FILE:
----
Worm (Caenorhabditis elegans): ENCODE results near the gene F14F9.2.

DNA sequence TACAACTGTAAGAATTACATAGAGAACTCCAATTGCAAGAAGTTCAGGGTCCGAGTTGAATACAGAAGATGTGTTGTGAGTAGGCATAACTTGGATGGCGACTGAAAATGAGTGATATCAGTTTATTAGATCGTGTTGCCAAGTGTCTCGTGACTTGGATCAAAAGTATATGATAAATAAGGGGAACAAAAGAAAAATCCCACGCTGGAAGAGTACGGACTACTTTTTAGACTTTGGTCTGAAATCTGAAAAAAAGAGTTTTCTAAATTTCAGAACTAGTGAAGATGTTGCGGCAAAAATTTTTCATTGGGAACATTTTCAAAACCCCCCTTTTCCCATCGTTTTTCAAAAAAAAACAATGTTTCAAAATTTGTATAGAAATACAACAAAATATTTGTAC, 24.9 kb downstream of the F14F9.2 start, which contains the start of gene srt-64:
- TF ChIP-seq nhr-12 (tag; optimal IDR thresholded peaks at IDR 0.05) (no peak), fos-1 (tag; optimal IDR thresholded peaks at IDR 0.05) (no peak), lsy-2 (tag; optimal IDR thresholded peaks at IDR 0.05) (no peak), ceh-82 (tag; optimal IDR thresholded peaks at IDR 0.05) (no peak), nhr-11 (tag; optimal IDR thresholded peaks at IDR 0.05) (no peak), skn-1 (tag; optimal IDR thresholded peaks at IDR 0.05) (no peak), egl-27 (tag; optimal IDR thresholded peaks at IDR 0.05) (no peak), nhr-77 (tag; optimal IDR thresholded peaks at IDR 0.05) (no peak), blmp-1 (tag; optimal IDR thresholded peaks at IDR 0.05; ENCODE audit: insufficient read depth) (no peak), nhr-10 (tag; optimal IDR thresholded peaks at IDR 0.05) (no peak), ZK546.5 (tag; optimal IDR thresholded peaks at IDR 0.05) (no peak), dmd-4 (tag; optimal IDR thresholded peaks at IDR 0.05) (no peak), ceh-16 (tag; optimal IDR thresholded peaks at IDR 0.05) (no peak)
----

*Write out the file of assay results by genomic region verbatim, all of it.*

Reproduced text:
Worm (Caenorhabditis elegans): ENCODE results near the gene F14F9.2.

DNA sequence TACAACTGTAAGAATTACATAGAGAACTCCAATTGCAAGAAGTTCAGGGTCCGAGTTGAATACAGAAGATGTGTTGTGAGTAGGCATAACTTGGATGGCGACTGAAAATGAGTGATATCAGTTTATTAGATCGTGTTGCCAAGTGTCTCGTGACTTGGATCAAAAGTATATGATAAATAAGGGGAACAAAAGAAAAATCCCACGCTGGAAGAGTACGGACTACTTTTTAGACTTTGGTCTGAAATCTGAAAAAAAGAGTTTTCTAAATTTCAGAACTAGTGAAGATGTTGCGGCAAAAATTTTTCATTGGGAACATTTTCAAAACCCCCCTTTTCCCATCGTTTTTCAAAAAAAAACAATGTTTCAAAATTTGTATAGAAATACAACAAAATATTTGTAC, 24.9 kb downstream of the F14F9.2 start, which contains the start of gene srt-64:
- TF ChIP-seq nhr-12 (tag; optimal IDR thresholded peaks at IDR 0.05) (no peak), fos-1 (tag; optimal IDR thresholded peaks at IDR 0.05) (no peak), lsy-2 (tag; optimal IDR thresholded peaks at IDR 0.05) (no peak), ceh-82 (tag; optimal IDR thresholded peaks at IDR 0.05) (no peak), nhr-11 (tag; optimal IDR thresholded peaks at IDR 0.05) (no peak), skn-1 (tag; optimal IDR thresholded peaks at IDR 0.05) (no peak), egl-27 (tag; optimal IDR thresholded peaks at IDR 0.05) (no peak), nhr-77 (tag; optimal IDR thresholded peaks at IDR 0.05) (no peak), blmp-1 (tag; optimal IDR thresholded peaks at IDR 0.05; ENCODE audit: insufficient read depth) (no peak), nhr-10 (tag; optimal IDR thresholded peaks at IDR 0.05) (no peak), ZK546.5 (tag; optimal IDR thresholded peaks at IDR 0.05) (no peak), dmd-4 (tag; optimal IDR thresholded peaks at IDR 0.05) (no peak), ceh-16 (tag; optimal IDR thresholded peaks at IDR 0.05) (no peak)